Today more than ever before dental patients have options when it comes to replacing missing teeth. Teeth can go missing for number of reasons including injury, trauma or illness. When this happens a smile as well as overall general oral functionality can be affected. Missing teeth can also affect proper occlusion and may cause surrounding teeth to move or shift. Some studies also indicate that when missing teeth are not replaced that there is an increased probability of periodontal disease or serious tooth decay. Most notably, dental bridges offer the advantage of being able to replace teeth that have gone missing just as dental implants and partial dentures are also able to do quite effectively. Keep in mind that missing teeth that are not replaced can even result in speech impediments.
Immediately Surrounding Teeth are Modified
Bridges can either be removable or non-removable depending on which type is chosen. There are various names used for the different types of dental bridges including resin bonded, cantilever and conventional fixed bridges. Your dental care provider can explain in detail each of the different dental bridges that are available today. With cantilever and conventional type bridges, immediately surrounding teeth are modified or shaped to accommodate a crown or cap that will then hold the bridge firmly in place. Conversely, a resin bonded type bridge is unique in that it requires less modification to existing adjacent natural teeth. This type of arrangement is most commonly seen when replacing front teeth.
Preoperative Photos are Taken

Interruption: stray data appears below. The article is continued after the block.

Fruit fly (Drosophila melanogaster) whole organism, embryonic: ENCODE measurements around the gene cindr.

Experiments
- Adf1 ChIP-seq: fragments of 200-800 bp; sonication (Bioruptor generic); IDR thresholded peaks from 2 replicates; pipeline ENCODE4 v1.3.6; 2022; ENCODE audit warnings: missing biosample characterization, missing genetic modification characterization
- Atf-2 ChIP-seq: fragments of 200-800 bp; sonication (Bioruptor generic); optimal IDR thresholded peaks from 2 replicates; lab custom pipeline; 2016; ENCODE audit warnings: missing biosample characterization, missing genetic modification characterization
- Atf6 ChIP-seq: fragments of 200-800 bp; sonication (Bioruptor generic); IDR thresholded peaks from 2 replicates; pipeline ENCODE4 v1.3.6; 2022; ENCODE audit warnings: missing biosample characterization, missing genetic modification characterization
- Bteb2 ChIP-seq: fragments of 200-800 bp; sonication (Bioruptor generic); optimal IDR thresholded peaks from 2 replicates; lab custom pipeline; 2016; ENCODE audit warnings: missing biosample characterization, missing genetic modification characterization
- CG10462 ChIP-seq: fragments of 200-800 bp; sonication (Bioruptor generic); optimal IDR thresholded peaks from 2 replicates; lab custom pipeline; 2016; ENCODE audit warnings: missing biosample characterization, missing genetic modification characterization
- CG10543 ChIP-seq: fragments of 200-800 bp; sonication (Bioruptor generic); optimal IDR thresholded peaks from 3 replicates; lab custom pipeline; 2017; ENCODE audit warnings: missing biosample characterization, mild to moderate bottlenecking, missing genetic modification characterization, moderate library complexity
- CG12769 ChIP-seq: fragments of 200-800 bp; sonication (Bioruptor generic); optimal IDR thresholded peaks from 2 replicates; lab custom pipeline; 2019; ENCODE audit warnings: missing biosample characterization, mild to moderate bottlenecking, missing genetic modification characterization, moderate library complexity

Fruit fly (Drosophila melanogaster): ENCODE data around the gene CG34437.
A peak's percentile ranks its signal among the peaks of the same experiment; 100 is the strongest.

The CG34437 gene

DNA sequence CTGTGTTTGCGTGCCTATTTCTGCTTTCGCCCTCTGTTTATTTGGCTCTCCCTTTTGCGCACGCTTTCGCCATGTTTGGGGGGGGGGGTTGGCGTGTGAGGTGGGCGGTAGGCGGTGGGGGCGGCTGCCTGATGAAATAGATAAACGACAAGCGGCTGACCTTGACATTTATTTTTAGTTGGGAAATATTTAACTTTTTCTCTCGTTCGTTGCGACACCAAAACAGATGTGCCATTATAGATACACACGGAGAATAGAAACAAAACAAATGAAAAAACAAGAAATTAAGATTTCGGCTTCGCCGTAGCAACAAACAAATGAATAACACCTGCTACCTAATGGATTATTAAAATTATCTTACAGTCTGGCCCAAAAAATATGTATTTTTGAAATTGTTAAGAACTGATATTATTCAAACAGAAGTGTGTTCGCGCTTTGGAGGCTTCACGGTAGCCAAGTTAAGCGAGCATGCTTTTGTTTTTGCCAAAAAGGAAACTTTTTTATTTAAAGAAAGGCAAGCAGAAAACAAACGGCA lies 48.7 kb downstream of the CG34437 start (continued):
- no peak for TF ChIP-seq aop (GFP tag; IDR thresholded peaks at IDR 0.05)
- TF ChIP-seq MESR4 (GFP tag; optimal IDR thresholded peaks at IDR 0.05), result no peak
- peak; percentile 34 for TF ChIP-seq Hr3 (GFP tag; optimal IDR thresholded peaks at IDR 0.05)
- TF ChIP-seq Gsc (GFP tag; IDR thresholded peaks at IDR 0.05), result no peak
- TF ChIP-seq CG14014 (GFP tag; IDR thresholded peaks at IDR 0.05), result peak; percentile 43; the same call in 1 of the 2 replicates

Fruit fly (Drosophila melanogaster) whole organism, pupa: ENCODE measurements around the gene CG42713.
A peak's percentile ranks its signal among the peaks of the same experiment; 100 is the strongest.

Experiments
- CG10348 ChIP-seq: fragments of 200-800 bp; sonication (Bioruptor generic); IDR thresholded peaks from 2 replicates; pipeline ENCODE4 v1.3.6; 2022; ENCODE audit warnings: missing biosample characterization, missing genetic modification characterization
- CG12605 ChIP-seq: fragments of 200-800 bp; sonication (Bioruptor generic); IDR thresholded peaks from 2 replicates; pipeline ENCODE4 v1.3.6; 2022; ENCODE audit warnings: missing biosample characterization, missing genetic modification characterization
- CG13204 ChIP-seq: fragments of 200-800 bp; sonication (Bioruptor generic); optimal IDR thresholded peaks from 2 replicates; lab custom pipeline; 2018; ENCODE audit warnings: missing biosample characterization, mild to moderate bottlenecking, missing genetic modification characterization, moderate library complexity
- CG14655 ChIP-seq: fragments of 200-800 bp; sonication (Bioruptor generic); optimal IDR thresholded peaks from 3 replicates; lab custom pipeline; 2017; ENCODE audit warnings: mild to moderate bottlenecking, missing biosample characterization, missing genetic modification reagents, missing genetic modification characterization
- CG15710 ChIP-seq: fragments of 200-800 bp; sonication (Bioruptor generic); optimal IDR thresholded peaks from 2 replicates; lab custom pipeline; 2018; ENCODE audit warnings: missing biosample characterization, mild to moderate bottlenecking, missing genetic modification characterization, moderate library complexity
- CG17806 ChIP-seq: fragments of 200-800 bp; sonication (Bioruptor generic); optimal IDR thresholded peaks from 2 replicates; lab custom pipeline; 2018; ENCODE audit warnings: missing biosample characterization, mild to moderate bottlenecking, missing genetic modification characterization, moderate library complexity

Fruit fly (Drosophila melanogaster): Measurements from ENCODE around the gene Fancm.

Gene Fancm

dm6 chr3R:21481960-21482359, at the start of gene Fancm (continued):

Modern widely available bridges can be made from a number of different types of materials. Fabrications can be crafted from porcelain and metal as well as those made of porcelain and gold. Bridges can also be crafted in a lab using zirconia or alumina. This is another case where talking with your dental care provider is the best way to know which type of material will suit your needs the best. Factors that can affect which type of material will be used include where the bridge will be placed within the mouth along with whether or not the patient is inclined to grind their teeth. Your dental care provider will initially take x-rays and impressions of the area to be treated. In addition, pre-operative photos are taken to help in the planning stages of fitting dental bridges. Other factors that must be considered include the number of teeth that are missing as well as the health of the surrounding natural teeth that are ultimately needed to create an anchor point for a bridge.
The Final Fabricated Permanent Bridge is Placed
Your dentist will likely also take additional impressions in order to produce the most perfect results possible. In an initial visit, your dental care provider will examine overall gum health and the condition of your teeth. During the actual procedure, patients are given a local anesthetic so that the procedure may begin virtually pain-free. Molds are created of the teeth through the use of impressions which will then be used to fabricate the actual bridge. Patients are fitted with a temporary bridge until the final fabricated permanent bridge is placed. This helps to protect the gums in the interim. Of course, this will require a second visit for a final fitting. Lastly, your dentist will provide you with recovery and post procedure care recommendations. Contact Dr. Vandi’s office, your Campbell and San Jose dental care professional today to learn more about dental bridges and all that they offer.